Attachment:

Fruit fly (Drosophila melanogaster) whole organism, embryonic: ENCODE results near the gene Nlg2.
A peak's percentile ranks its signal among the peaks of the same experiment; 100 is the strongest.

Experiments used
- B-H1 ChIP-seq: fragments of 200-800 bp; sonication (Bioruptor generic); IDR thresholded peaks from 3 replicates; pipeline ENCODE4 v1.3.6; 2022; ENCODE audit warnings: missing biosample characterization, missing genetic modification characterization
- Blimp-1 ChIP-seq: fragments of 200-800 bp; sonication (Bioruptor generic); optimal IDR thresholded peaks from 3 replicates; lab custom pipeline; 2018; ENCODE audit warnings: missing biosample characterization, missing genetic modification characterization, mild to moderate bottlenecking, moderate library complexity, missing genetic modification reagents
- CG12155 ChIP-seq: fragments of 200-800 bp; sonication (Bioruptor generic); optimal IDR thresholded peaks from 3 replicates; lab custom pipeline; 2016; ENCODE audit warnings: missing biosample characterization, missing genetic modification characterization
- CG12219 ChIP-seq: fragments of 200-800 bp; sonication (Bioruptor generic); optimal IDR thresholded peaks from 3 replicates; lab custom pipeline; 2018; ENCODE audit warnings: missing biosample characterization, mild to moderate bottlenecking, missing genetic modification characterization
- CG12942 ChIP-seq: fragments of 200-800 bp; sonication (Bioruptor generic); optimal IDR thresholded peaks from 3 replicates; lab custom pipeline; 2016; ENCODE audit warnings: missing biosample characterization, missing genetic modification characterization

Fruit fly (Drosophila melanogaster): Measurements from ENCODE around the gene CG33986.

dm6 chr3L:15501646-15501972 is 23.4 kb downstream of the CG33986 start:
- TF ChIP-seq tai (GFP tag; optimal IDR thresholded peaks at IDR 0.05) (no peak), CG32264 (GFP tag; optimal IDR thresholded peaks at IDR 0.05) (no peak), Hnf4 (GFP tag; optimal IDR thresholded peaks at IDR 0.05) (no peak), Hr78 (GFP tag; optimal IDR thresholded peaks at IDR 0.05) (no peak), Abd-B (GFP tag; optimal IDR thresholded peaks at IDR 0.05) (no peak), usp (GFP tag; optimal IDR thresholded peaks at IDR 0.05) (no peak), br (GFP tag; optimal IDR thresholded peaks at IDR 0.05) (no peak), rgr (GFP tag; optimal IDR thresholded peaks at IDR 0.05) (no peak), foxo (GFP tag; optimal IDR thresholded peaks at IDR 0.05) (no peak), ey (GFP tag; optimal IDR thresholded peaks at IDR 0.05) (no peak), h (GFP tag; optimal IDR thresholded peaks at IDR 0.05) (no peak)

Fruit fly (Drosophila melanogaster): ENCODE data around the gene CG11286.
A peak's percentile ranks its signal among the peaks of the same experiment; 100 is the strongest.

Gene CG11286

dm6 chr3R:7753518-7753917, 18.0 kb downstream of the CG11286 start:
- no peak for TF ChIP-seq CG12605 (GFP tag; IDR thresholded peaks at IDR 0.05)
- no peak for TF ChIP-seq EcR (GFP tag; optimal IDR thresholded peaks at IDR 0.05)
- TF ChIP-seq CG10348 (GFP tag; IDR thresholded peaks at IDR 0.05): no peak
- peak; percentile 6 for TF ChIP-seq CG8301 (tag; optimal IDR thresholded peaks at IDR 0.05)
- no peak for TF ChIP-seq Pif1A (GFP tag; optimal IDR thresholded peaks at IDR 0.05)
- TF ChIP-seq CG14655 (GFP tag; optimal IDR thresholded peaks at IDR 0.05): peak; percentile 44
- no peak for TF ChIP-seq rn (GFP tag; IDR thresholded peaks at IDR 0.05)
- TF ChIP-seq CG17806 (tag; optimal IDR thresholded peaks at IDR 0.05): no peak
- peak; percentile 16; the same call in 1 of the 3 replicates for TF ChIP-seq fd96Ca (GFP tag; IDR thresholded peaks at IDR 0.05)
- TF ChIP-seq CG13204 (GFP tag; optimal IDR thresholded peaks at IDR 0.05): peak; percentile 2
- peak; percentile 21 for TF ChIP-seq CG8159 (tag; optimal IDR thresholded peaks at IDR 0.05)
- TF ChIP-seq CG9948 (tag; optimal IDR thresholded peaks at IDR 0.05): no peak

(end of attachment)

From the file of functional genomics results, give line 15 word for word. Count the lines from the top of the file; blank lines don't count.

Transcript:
dm6 chr3R:7753518-7753917, 18.0 kb downstream of the CG11286 start: